What is the federal government doing in the family planning business anyway?
New proposed changes in regulations from the Department of Health and Human Services will close the door on using funds from its Title X family planning program for abortion.
HHS's Office of Population Affairs, which administers this program, is a poster child for ill-conceived government policy. How is it, in our nation that cherishes the ideals of human freedom and dignity, that we're funding government bureaucrats to advise low-income citizens — almost a quarter of these "clients" are black — about how many children they should bring into this world and when?
Despite explicit language in the legislation that created the Title X family program in 1970 prohibiting funding "programs in which abortion is a method of family planning," this directive has been effectively ignored.
HHS reports that 4 million individuals are getting services through this program. However, 1.6 million of them, 40 percent, according to the Guttmacher Institute, are receiving these services at Planned Parenthood clinics.
Given the millions that Planned Parenthood, the nation's largest abortion provider, spends on lobbying and political contributions, its success in keeping the faucet of federal funding of its activities open comes as no surprise.
But now the Trump administration is stepping up to enforce the law, with the positive additional benefit of protecting human life. You might say that our president understands that building a culture of life is a vital part of making America "great again."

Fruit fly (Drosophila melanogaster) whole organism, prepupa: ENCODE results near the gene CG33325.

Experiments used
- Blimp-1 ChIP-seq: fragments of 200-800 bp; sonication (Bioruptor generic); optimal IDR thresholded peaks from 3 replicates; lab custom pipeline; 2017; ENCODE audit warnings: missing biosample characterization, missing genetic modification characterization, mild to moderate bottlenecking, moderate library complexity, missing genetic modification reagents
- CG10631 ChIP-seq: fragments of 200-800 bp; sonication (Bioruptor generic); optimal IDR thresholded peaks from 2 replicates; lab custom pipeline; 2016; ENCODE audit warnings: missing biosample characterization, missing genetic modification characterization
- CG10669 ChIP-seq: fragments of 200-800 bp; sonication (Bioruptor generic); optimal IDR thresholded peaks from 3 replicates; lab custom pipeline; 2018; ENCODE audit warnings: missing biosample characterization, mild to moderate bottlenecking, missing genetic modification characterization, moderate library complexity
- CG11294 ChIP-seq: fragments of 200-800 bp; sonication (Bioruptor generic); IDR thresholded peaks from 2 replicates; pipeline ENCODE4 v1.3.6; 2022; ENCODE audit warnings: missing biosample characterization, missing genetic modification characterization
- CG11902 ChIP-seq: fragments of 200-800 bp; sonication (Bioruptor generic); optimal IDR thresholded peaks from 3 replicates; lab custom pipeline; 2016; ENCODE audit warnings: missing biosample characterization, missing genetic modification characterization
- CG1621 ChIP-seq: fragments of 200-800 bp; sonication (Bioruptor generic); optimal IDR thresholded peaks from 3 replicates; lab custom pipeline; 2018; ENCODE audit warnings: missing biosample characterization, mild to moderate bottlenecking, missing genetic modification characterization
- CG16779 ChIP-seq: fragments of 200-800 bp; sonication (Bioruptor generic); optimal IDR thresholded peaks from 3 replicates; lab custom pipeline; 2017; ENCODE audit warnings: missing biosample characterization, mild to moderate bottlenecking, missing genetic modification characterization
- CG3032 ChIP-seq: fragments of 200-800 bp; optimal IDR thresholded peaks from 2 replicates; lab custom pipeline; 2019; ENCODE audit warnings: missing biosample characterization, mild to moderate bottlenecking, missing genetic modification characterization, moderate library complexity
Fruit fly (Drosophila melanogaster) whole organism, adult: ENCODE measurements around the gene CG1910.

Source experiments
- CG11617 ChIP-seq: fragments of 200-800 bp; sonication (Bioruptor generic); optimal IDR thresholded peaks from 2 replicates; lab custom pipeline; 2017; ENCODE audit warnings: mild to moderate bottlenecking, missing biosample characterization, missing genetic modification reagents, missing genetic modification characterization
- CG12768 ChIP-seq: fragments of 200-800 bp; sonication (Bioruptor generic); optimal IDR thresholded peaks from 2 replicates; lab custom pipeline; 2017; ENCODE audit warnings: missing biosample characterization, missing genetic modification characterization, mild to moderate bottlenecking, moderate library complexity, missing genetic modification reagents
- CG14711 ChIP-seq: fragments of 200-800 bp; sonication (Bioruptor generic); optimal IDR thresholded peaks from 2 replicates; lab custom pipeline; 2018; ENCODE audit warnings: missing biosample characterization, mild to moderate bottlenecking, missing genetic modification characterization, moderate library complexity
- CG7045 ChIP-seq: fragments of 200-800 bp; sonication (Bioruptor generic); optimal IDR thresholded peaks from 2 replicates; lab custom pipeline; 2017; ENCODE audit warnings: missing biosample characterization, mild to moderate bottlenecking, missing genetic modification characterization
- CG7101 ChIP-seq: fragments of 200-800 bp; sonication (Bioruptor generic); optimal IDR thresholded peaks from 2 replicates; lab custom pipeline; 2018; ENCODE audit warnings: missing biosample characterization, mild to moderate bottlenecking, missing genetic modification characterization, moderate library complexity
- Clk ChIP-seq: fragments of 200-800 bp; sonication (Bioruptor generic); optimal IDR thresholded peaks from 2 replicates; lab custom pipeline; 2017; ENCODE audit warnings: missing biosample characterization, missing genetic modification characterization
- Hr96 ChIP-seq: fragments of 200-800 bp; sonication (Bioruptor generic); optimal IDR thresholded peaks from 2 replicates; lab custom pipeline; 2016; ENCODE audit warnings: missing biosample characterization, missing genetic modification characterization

The new HHS order requires complete financial and physical separation of Title X funds from abortion activity. No Title X funds can be used for abortion. And abortions cannot be performed in any facility in which programs being funded by Title X are taking place.
Although Title X counselors will be prohibited from discussing abortion as a family planning measure, they can discuss it when a woman has already decided it's what she wants. Then they can provide a list of abortion providers.
But as we think about this, let's consider the bigger question. What is the federal government doing in the family planning business anyway?
The Office of Population Affairs describes, among the activities of its "Family Planning Mission," offering guidance "to assist individuals in determining the number and spacing of their children."
Given that this family planning guidance is targeted to low-income Americans, who happen to be disproportionately black, let's consider what has happened to the black family since the Office of Population Affairs first began.
The budget of the Title X Family Planning program in 1971 was $6 million. Today, it is $286 million dollars, an increase of 50 fold. What have we gotten?
In 1970, 38 percent of black babies were born to unwed mothers. Today it is more than 70 percent.
In 1960, 10 years before the program started, 2 percent of black children lived with an unmarried parent. By 2008, 41 percent did.
In 1960, 61 percent of blacks over the age of 18 were married. By 2008, 32 percent were.
I would suggest that government "family planning" is really an insidious, pernicious kind of racism. It's not about improving the quality of life, but rather it is about discouraging black women, and other poor women, from having children and encouraging them to abort their pregnancies.
The collateral damage has been the collapse of the black family.
This important new HHS proposed rule will take care of the abortion issue.
But we need a broader initiative to get rid of the damaging and wasteful government "family planning" business.
The nation would be better served, particularly at a time of trillion-dollar deficits, to return the $286 million spent on Title X programs to taxpayers.
Black women should be getting their "family planning" guidance from their pastor, not from government bureaucrats.